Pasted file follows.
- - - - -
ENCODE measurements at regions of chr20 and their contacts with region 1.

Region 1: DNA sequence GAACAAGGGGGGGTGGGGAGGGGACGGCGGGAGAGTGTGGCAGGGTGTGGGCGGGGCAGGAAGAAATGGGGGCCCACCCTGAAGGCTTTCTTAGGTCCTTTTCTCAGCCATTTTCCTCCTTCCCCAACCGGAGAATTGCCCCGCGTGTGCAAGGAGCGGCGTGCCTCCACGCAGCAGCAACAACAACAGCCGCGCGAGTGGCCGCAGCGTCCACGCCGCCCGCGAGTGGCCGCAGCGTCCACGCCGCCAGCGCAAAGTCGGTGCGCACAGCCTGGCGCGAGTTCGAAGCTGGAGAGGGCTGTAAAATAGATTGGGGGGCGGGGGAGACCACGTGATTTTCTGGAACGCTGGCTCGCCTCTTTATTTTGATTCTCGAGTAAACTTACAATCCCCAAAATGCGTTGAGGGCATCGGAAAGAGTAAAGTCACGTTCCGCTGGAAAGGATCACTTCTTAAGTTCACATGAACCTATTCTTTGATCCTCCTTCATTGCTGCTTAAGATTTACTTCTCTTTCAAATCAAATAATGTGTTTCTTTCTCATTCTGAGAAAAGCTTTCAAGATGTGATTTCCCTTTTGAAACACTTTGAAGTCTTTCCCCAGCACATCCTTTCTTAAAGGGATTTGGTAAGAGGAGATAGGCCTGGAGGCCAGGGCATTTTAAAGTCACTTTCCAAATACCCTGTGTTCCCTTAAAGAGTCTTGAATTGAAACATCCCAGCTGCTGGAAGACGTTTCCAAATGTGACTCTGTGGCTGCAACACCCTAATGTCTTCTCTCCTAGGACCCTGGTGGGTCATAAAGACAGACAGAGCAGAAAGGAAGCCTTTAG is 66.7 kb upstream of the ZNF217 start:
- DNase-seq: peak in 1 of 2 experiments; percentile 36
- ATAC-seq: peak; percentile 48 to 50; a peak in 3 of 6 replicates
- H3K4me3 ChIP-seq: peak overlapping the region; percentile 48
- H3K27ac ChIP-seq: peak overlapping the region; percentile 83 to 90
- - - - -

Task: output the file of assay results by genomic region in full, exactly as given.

ENCODE measurements at regions of chr20 and their contacts with region 1.

Region 1: DNA sequence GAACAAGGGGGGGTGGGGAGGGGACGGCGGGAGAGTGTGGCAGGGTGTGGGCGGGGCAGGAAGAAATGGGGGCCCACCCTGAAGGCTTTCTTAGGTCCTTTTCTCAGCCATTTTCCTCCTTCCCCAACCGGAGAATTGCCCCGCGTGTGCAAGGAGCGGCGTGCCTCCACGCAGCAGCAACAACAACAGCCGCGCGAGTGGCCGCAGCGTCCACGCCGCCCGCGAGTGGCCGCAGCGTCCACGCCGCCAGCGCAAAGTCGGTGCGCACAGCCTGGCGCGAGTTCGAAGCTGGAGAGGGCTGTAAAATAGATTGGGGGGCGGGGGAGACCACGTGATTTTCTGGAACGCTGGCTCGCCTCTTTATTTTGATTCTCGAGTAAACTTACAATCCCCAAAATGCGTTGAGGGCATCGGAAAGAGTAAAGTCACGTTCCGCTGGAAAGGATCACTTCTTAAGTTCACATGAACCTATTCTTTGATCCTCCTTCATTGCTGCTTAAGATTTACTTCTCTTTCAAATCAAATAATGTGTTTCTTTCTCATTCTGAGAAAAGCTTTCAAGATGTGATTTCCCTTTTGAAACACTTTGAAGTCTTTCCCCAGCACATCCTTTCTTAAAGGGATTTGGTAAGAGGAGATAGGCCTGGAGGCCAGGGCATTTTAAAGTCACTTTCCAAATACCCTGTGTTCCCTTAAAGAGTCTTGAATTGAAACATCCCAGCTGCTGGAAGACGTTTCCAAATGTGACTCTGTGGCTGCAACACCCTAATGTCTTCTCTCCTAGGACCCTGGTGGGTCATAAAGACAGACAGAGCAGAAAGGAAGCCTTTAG is 66.7 kb upstream of the ZNF217 start:
- DNase-seq: peak in 1 of 2 experiments; percentile 36
- ATAC-seq: peak; percentile 48 to 50; a peak in 3 of 6 replicates
- H3K4me3 ChIP-seq: peak overlapping the region; percentile 48
- H3K27ac ChIP-seq: peak overlapping the region; percentile 83 to 90